Randy Burnum, a guitar player that hails from Ulysses, said he’s spent most of his performing career tucked in the back.

The children of country music artists, Burnum and his sister were out on stage at a young age. She, now a successful musician on the west coast, was a natural performer, he said. Burnum was her accompanist. As an adult, with almost 55 years of musical experience under his belt, he’s played for years at his church and with friends, but never center stage.

So, when he balanced on a stool on a small wooden slab deemed the Busker Stage at Saturday’s Tumbleweed Festival for his first truly public performance, he said it was the best he could have hoped for.

“I didn’t know what to expect. I thought maybe they’d throw food or something … It feels like you’re going to have a heart attack,” Burnum said.

As it turns out, nobody threw anything during Burnum’s performance, something he counted as a success.

The Busker Stage, an open mic-style venue open to attendees of all ages, is new to Tumbleweed this year, as organizers looked for a way to showcase local, rising talent to nearby and out-of-town visitors that may not be acquainted with the area’s music scene.

“I think it’s a beautiful addition to the Tumbleweed. Anything that we can do to promote our local music scene is a great thing, and we’re happy to do it,” said Sean Collins, Tumbleweed Festival board president.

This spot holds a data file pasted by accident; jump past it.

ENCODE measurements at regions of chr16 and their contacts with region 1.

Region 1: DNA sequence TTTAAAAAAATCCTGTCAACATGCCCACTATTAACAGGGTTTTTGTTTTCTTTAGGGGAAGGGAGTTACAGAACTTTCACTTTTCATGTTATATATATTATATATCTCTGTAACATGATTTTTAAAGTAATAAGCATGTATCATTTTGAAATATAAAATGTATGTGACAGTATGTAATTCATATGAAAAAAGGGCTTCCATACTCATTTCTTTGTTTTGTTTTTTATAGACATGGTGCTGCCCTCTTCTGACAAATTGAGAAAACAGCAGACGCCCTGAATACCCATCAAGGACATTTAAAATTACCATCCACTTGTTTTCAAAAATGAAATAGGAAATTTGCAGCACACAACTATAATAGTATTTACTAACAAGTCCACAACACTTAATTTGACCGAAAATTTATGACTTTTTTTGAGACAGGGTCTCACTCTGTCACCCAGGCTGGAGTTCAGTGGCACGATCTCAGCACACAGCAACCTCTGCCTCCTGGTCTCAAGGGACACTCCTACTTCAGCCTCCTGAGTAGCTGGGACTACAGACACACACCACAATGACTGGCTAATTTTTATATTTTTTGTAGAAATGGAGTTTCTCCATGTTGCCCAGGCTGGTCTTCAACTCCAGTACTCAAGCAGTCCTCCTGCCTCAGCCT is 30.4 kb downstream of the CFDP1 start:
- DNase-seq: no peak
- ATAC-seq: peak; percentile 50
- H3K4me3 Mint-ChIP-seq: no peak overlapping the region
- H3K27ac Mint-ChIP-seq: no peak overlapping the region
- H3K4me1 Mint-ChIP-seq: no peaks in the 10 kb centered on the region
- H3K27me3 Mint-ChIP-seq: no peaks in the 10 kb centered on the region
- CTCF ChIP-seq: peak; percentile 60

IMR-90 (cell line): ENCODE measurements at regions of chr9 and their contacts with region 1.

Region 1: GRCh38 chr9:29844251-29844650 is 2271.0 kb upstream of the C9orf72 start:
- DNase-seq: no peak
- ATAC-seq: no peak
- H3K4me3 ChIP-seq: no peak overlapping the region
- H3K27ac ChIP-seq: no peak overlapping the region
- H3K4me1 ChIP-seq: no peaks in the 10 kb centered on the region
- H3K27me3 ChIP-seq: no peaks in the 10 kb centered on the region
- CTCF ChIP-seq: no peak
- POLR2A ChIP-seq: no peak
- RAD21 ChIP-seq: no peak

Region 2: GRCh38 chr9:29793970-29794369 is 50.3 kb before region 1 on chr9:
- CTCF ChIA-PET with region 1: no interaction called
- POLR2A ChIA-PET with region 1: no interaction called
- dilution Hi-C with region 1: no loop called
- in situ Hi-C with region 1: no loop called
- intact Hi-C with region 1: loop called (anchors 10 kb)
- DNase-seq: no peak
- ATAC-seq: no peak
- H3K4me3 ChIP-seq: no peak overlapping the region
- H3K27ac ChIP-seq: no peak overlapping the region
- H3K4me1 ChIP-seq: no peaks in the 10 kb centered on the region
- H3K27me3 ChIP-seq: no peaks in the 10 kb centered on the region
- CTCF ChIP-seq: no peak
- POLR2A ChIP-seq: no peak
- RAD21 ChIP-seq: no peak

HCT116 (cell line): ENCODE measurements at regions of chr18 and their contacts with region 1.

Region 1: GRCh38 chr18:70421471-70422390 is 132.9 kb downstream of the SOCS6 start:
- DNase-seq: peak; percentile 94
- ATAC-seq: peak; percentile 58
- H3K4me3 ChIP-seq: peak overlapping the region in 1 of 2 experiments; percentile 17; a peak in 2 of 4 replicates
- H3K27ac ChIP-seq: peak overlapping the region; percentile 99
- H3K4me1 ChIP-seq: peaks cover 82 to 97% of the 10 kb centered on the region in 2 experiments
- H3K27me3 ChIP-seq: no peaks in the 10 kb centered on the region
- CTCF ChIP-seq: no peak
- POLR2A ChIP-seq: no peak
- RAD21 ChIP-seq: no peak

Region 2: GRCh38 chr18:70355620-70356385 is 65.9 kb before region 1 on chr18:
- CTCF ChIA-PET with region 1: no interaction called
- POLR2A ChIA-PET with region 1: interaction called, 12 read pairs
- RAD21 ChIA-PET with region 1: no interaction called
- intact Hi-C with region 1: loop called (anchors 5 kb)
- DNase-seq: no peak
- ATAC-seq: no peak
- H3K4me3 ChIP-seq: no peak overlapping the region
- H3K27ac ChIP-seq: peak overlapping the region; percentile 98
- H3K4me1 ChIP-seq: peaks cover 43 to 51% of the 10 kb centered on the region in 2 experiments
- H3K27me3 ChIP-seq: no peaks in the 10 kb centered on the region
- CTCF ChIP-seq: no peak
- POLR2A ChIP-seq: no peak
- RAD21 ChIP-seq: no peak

The performance area, made up of a small stage, several speakers and a semicircle of camping chairs between the event’s restrooms and Porta Potties, was a far throw from the booming setups elsewhere at the festival. But coming off a Friday evening lineup of local and once-local performers on the main stage, the Busker Stage gave close-to-home talent a much-appreciated and well-used platform.

Katie Prewitt, the stage-runner, said she and other festival organizers put out feelers for Busker performers among friends, on Facebook and at a recurring Wednesday night jam in Garden City. The lineup filled up pretty fast, but there were still people she had never heard before. Hopefully, after this weekend, that will change, she said.

“We’ve had a lot of people stop, and listen and ask questions about the artists, and that’s exciting … Taking the time to support live, local music is pretty much top on our list,” Prewitt said.

Some performers, like Lakin resident Jeremy Burns, had no plan for his set but to “play whatever’s in the vibe.” Others, like Garden City Community College sophomores Clara Jackson and Caleb Randall, sat in the grass, guitars in hand, practicing until it was time to go on.

Jackson and Randall were there at the behest of their guitar teacher, Tim Routon, who they said constantly pushed them to play publicly. The Busker Stage performance would mark the second time the students found themselves on stage at Tumbleweed due to Routon, after they had played during a main stage set that highlighted local artists two years ago.

That experience was nerve-wracking, they said, but worthwhile. Performing live never came easy, exactly, Randall said, but he enjoyed running into audience members after a show. As they optimistically but nervously prepared for their set at Busker, both said they were grateful for the opportunity and for Routon’s support.